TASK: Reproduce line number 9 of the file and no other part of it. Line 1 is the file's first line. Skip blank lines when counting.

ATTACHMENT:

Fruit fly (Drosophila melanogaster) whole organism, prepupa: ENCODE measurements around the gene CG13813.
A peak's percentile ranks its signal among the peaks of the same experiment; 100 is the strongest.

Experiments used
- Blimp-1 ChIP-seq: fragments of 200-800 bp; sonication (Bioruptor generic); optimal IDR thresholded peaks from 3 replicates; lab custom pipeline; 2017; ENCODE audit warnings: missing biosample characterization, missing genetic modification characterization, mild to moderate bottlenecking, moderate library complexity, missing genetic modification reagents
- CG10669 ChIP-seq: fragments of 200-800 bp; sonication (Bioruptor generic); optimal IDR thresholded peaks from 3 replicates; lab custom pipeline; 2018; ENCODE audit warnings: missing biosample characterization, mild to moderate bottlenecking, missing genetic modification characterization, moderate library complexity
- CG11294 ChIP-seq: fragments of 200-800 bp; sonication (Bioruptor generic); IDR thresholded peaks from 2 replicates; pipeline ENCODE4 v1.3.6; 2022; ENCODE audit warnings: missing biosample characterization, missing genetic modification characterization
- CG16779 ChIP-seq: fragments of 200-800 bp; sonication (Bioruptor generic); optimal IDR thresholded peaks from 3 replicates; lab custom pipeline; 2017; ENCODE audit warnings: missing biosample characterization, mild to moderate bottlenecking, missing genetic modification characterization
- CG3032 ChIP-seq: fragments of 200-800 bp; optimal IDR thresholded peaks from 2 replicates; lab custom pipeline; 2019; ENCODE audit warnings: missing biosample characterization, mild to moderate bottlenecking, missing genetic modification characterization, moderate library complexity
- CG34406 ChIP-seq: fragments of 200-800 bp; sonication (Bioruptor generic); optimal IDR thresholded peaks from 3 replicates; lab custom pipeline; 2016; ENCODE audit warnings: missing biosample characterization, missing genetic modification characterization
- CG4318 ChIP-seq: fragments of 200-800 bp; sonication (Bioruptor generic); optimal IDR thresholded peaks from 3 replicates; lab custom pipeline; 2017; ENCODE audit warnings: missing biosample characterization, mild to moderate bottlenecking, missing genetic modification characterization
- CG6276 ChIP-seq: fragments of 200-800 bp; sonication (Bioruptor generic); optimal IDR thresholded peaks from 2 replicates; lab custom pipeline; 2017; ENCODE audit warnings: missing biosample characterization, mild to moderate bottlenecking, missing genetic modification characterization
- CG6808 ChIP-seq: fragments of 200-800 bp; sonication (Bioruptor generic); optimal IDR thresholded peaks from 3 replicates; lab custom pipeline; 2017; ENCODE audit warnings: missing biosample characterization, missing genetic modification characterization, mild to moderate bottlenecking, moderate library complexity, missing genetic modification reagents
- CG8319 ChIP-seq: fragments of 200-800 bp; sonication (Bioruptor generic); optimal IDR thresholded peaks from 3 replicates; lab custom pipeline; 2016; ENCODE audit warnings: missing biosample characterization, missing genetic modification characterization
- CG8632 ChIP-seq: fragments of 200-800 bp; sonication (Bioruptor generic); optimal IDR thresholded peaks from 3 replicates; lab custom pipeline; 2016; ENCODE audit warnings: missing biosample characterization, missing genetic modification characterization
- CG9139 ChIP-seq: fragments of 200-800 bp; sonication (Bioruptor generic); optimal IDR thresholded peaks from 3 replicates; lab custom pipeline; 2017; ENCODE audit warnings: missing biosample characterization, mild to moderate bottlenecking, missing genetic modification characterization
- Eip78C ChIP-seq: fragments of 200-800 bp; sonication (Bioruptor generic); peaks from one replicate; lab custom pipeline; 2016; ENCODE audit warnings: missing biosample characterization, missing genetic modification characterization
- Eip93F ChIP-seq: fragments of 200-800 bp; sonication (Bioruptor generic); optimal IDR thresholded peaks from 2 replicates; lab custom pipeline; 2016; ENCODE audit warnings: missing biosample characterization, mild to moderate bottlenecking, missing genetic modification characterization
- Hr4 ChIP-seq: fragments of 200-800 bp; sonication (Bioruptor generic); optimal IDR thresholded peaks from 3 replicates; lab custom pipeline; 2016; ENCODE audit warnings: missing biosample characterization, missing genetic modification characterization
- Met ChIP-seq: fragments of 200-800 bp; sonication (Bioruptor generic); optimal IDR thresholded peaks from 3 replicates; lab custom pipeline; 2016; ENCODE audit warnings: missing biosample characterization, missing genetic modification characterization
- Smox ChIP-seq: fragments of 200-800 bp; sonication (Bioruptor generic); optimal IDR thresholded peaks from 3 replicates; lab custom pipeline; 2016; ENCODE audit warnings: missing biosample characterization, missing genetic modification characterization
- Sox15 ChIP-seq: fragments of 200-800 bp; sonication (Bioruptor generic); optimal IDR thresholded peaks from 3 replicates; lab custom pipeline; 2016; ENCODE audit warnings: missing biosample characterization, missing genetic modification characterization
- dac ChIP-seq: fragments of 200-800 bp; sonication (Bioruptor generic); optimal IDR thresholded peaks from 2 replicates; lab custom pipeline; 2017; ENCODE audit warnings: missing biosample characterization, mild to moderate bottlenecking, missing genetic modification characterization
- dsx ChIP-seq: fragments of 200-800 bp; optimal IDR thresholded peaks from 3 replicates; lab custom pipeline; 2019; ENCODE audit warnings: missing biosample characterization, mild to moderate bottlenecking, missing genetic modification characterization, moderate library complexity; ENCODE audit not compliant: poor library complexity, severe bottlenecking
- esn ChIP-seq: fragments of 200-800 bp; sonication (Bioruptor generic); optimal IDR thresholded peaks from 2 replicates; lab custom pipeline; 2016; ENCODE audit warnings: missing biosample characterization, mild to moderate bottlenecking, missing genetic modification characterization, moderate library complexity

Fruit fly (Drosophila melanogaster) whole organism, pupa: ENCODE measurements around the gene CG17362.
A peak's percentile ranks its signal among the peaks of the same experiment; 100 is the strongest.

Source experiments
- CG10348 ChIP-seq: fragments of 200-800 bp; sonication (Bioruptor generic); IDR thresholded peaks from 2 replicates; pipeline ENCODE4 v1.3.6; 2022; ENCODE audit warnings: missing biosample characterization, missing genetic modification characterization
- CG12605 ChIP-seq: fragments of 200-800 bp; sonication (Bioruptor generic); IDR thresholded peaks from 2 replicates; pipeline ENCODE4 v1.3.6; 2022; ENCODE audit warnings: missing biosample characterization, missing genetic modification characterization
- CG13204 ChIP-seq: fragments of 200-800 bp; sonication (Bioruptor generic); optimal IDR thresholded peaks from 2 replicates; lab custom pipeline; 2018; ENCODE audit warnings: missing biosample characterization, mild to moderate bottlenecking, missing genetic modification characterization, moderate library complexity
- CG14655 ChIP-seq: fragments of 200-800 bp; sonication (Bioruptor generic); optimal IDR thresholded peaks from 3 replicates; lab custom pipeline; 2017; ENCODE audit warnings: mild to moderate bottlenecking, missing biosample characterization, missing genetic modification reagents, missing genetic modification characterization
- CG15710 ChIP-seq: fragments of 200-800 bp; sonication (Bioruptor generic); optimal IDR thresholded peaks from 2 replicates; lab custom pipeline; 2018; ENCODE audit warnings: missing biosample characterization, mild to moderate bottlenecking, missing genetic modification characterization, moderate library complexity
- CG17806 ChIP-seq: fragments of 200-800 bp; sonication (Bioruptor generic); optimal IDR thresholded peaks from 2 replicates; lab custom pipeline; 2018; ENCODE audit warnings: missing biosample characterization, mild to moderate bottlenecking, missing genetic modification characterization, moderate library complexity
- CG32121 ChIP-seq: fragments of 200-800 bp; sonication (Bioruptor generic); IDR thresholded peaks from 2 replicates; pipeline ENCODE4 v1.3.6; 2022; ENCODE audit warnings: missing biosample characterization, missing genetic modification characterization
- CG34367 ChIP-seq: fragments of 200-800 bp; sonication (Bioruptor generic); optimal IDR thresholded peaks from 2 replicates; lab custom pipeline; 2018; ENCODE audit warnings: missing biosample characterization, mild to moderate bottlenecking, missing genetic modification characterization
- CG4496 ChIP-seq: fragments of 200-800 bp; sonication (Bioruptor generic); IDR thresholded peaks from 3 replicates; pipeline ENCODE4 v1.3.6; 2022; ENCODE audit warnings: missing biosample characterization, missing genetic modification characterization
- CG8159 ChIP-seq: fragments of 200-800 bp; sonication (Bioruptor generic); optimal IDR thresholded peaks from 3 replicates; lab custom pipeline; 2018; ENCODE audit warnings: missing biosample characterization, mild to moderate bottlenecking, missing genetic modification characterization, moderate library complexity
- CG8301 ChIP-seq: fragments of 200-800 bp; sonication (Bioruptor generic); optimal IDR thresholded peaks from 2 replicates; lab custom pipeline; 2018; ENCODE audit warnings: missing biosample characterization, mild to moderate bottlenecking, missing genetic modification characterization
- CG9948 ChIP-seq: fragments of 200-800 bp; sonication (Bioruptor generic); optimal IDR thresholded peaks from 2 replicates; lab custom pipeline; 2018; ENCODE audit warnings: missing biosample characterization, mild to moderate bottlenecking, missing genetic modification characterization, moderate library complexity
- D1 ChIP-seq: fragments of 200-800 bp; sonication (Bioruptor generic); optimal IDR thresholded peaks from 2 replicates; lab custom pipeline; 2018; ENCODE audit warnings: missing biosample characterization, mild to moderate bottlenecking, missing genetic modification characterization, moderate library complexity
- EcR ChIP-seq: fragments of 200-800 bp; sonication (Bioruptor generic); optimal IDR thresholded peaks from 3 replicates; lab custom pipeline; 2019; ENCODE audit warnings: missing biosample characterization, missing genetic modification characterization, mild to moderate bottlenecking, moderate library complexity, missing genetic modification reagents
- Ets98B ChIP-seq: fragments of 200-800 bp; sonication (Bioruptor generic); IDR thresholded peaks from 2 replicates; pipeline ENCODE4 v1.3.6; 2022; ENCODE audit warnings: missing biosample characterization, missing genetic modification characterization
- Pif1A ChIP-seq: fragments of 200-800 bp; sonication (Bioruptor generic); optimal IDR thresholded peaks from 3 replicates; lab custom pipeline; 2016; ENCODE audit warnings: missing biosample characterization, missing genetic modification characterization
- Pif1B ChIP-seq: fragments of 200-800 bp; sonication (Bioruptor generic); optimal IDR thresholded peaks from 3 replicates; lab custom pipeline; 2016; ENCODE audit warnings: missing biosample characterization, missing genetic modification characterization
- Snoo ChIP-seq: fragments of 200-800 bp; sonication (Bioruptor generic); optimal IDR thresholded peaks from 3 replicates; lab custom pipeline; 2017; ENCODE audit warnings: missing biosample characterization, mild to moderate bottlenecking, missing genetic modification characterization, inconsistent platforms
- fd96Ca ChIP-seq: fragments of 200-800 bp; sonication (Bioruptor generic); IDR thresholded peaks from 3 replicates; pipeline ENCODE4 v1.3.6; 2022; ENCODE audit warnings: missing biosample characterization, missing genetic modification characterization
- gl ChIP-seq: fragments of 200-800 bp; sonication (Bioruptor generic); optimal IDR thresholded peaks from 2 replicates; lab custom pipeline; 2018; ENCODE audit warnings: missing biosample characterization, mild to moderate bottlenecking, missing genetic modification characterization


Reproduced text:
- CG34406 ChIP-seq: fragments of 200-800 bp; sonication (Bioruptor generic); optimal IDR thresholded peaks from 3 replicates; lab custom pipeline; 2016; ENCODE audit warnings: missing biosample characterization, missing genetic modification characterization